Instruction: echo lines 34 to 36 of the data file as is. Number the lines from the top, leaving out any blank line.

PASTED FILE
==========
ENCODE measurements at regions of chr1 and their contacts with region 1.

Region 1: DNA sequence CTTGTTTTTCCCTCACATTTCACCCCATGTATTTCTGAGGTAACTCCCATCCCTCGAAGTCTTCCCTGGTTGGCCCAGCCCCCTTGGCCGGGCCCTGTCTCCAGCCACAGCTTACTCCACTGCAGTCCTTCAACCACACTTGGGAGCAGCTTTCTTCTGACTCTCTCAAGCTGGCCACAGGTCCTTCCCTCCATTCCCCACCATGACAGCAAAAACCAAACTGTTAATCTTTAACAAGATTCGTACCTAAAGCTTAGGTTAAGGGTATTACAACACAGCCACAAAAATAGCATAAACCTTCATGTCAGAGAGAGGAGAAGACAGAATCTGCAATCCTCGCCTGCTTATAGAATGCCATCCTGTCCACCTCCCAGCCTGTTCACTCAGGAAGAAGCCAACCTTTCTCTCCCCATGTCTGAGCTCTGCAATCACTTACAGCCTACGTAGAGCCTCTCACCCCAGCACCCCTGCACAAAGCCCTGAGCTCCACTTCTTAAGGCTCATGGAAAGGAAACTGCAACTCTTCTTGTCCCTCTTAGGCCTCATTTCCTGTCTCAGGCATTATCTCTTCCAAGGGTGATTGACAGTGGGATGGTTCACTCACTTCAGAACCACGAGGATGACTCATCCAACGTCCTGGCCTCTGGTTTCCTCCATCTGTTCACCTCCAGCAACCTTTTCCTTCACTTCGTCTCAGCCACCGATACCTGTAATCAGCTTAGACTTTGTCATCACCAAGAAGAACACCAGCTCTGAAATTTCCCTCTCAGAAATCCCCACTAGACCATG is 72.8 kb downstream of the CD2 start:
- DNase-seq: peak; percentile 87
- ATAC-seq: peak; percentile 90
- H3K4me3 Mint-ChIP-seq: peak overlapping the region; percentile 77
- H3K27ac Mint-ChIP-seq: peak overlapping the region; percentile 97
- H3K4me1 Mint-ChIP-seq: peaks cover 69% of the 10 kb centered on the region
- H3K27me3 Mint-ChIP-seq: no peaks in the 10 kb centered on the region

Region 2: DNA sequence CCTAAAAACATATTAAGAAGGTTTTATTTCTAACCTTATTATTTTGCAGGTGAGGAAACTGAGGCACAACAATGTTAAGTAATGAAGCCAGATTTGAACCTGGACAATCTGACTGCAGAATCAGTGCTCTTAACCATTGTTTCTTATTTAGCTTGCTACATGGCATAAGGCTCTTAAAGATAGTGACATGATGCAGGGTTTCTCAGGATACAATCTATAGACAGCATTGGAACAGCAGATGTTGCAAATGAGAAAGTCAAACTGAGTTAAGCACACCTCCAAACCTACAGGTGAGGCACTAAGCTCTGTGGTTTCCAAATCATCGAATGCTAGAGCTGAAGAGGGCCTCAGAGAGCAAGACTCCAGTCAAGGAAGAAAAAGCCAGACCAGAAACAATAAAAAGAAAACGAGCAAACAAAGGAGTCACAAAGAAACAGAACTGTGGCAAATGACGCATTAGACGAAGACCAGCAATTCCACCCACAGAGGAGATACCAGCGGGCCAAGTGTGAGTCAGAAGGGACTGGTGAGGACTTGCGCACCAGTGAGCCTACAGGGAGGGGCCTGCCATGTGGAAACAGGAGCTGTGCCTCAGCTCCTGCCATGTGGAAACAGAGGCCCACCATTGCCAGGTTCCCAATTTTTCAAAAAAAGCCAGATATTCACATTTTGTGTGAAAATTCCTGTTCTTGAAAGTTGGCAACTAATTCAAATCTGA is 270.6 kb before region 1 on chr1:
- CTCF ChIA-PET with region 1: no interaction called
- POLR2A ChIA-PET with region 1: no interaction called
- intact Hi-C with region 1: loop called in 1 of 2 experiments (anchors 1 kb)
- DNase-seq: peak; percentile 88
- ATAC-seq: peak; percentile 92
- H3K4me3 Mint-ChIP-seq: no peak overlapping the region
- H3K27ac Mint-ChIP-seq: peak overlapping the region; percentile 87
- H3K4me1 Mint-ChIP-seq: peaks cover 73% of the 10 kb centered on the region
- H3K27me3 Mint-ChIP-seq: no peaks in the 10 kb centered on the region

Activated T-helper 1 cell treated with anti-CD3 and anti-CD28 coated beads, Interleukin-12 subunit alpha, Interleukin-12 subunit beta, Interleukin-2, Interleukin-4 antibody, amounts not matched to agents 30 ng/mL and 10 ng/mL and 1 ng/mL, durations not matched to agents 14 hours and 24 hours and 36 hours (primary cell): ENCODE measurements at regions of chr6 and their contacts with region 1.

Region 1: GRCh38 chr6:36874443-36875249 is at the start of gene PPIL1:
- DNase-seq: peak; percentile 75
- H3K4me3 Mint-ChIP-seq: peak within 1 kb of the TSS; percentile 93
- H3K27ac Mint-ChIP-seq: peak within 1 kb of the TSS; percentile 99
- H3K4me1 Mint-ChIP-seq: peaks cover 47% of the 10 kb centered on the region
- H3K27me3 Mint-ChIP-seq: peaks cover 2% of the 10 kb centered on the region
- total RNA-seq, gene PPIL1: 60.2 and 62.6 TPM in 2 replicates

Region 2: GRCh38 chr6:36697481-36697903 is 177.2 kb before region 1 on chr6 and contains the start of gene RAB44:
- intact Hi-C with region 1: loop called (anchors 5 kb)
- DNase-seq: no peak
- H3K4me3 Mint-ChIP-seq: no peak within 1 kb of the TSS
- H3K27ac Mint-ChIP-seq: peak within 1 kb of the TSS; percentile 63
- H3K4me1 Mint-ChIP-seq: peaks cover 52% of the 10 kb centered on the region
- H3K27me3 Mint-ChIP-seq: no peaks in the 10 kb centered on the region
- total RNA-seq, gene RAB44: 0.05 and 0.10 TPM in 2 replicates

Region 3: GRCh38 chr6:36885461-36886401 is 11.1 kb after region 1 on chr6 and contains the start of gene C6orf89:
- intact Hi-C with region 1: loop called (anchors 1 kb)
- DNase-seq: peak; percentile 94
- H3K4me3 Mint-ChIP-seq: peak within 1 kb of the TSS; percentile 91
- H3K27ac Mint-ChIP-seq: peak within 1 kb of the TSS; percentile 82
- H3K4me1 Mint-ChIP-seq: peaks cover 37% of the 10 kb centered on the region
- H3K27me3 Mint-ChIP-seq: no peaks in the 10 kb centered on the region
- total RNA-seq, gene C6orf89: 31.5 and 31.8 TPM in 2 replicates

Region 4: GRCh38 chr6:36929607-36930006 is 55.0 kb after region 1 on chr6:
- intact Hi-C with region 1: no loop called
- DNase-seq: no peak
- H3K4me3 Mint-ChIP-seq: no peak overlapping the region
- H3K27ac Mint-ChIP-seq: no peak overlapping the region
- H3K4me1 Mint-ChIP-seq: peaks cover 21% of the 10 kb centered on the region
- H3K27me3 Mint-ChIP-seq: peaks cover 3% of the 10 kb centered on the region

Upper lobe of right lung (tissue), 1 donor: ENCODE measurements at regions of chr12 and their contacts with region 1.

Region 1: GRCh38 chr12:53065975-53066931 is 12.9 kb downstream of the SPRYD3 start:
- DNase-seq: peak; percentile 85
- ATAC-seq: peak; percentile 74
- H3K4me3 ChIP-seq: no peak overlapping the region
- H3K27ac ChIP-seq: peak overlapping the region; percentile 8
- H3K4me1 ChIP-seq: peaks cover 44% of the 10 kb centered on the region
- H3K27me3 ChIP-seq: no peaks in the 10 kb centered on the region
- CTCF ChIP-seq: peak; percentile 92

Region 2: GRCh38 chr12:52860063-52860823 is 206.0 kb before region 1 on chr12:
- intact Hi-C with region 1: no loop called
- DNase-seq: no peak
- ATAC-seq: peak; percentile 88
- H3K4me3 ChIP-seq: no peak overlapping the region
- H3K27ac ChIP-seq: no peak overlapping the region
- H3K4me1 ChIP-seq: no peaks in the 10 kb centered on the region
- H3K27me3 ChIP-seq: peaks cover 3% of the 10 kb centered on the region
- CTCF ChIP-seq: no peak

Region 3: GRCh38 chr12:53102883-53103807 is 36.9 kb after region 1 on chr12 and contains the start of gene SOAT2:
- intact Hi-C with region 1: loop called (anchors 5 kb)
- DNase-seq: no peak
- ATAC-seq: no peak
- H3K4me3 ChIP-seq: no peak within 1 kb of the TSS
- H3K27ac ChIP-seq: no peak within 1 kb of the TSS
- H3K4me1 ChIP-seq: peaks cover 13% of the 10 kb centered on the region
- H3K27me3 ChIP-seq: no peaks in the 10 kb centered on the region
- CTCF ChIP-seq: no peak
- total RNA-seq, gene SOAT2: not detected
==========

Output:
- total RNA-seq, gene RAB44: 0.05 and 0.10 TPM in 2 replicates

Region 3: GRCh38 chr6:36885461-36886401 is 11.1 kb after region 1 on chr6 and contains the start of gene C6orf89:
- intact Hi-C with region 1: loop called (anchors 1 kb)